PDFlix: Providing ‘On Your Time’ PD Opportunities

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Screen Shot 2020-01-21 at 6.42.02 AMOk, yes…the sound of Netflix went through my mind as I started typing. Each year, Jess Gilcreast (High School librarian), and I think of creative and different ways to provide professional development for the staff that we work with. We have tried it all, or at least seems that way. Whether it is providing ‘learning at your own time’ opportunities through Google Classroom, in person trainings, or online book chats through Twitter. We strive to keep things ‘fresh’ and continuously push the limits.

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Google Classroom Updates & Reminders Aug 2019

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Google has made some changes to Google Classroom since we last worked with the tool in June. So to help make sure that everyone was on the same page, I shared out these changes, as well as included some did you know items, in my Welcome Back Tech Training to staff last week.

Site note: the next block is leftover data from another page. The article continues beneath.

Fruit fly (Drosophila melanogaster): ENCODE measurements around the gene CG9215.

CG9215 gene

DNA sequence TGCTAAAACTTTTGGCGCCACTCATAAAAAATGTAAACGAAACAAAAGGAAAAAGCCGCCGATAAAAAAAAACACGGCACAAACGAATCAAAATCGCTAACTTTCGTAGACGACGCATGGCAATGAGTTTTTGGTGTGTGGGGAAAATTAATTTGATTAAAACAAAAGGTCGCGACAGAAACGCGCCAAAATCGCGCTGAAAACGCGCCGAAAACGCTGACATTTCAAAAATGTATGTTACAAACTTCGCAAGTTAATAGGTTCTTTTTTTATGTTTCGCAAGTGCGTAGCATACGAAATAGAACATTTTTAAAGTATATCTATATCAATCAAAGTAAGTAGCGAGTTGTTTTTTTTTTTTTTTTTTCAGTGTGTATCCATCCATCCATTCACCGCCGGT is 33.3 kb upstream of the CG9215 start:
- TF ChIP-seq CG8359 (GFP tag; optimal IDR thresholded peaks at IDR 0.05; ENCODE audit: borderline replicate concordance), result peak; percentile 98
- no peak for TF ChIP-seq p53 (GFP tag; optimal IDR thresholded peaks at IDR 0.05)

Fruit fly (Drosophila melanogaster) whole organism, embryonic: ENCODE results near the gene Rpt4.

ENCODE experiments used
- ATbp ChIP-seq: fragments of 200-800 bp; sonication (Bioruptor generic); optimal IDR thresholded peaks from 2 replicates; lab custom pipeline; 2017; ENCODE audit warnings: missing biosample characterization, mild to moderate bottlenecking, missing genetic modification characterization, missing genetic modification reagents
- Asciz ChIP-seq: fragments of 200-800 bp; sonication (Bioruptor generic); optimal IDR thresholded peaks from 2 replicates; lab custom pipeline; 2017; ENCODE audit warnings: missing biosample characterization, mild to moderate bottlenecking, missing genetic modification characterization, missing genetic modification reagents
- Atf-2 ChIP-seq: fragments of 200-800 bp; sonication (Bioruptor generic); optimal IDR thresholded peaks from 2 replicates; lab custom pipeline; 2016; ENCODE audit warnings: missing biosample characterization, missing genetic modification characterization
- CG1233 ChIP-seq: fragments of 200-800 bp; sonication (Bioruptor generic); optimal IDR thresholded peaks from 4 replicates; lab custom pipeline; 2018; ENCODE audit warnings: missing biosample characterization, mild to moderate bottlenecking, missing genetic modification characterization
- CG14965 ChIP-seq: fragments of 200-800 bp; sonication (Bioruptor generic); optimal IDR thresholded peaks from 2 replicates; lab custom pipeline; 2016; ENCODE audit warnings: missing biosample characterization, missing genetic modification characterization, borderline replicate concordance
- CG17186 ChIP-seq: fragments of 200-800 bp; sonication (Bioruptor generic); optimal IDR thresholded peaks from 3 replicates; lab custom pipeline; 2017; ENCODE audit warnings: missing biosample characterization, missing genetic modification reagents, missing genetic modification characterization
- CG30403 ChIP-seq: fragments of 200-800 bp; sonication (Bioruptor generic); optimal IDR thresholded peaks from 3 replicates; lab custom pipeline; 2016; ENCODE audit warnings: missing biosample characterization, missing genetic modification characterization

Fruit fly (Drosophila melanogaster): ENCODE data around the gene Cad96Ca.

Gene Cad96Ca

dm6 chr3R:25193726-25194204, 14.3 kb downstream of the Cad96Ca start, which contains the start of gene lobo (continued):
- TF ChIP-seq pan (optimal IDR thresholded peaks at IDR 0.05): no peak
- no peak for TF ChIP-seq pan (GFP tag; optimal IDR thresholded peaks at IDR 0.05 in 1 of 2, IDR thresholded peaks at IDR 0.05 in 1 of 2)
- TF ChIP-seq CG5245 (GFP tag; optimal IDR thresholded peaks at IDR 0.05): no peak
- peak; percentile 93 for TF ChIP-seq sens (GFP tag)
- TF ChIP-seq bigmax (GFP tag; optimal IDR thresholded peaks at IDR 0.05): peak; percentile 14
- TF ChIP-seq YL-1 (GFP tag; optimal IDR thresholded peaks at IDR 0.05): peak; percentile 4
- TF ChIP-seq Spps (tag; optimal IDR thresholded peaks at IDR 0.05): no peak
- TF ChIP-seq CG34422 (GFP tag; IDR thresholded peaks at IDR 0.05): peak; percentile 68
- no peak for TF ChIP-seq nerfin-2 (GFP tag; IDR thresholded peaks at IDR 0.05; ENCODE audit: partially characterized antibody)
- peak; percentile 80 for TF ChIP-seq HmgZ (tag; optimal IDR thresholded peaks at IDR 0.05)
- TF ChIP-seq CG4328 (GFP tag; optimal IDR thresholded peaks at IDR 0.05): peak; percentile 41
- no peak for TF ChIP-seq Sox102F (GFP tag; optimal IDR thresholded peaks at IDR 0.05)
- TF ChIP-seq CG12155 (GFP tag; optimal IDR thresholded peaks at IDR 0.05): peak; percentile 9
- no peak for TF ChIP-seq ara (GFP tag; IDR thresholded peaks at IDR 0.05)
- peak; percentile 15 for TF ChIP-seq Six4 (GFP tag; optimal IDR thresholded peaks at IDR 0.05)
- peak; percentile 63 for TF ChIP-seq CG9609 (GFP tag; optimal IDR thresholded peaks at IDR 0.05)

New Items:

  • Where students submit their work to their teacher has been relocated on the page.
  • Unable to remove Classworks page anymore
  • New sorting features when assessing student work
  • Ability to access menus in files while assessing student work
  • Adding comments to comment bank on the fly
  • Ability to use rubrics right through Google Classroom
  • Filter topics

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Day 7 of Google 2018: Google Classroom Grading (or lack of grading)

Screen Shot 2018-12-04 at 8.46.41 PM.pngWe are back to Google Classroom today. Most of the teachers at Bedford High School do not report grades earned through Google Classroom on assignments. Rather, they report these grades right in our student information system, PowerSchool. With the change of Google Classroom over the summer, the back end of Google classroom has thrown a couple of teachers off. More specifically, relating to returning assignments.